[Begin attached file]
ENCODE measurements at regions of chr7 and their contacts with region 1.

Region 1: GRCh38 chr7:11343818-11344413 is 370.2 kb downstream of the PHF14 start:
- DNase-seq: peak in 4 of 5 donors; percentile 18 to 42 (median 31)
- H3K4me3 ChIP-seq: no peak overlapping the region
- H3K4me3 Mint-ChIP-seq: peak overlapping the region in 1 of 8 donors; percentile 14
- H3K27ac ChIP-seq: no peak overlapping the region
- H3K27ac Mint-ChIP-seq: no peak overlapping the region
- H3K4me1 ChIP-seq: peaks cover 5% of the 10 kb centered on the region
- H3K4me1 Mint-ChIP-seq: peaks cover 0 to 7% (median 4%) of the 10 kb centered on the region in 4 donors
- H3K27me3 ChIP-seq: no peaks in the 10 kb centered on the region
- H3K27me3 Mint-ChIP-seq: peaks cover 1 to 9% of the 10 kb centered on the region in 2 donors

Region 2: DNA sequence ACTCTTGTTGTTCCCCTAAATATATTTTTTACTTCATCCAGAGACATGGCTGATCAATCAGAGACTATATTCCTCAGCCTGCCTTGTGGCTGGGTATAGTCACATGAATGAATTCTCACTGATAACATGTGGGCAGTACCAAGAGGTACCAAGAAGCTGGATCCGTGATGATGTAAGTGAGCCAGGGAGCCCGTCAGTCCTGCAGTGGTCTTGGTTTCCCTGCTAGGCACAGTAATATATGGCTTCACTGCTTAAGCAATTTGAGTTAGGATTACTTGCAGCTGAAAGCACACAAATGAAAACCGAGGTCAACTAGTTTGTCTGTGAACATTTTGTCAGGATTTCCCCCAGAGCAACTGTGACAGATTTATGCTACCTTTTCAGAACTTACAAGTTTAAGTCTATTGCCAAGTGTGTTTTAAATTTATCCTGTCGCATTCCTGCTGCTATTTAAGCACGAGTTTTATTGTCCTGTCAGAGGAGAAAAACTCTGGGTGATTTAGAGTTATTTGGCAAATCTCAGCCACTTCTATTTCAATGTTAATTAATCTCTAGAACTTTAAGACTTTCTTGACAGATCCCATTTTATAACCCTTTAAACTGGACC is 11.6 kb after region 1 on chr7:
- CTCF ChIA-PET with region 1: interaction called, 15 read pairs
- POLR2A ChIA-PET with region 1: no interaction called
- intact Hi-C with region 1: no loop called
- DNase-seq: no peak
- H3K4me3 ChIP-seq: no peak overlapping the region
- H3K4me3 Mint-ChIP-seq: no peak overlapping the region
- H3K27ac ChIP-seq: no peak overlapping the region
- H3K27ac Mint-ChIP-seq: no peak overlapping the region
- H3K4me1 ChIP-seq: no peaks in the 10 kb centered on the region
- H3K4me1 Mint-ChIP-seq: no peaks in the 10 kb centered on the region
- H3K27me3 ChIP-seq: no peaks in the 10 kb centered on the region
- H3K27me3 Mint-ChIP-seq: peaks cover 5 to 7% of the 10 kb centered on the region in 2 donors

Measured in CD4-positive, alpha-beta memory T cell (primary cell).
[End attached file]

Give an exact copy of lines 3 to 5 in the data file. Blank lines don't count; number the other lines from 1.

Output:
- DNase-seq: peak in 4 of 5 donors; percentile 18 to 42 (median 31)
- H3K4me3 ChIP-seq: no peak overlapping the region
- H3K4me3 Mint-ChIP-seq: peak overlapping the region in 1 of 8 donors; percentile 14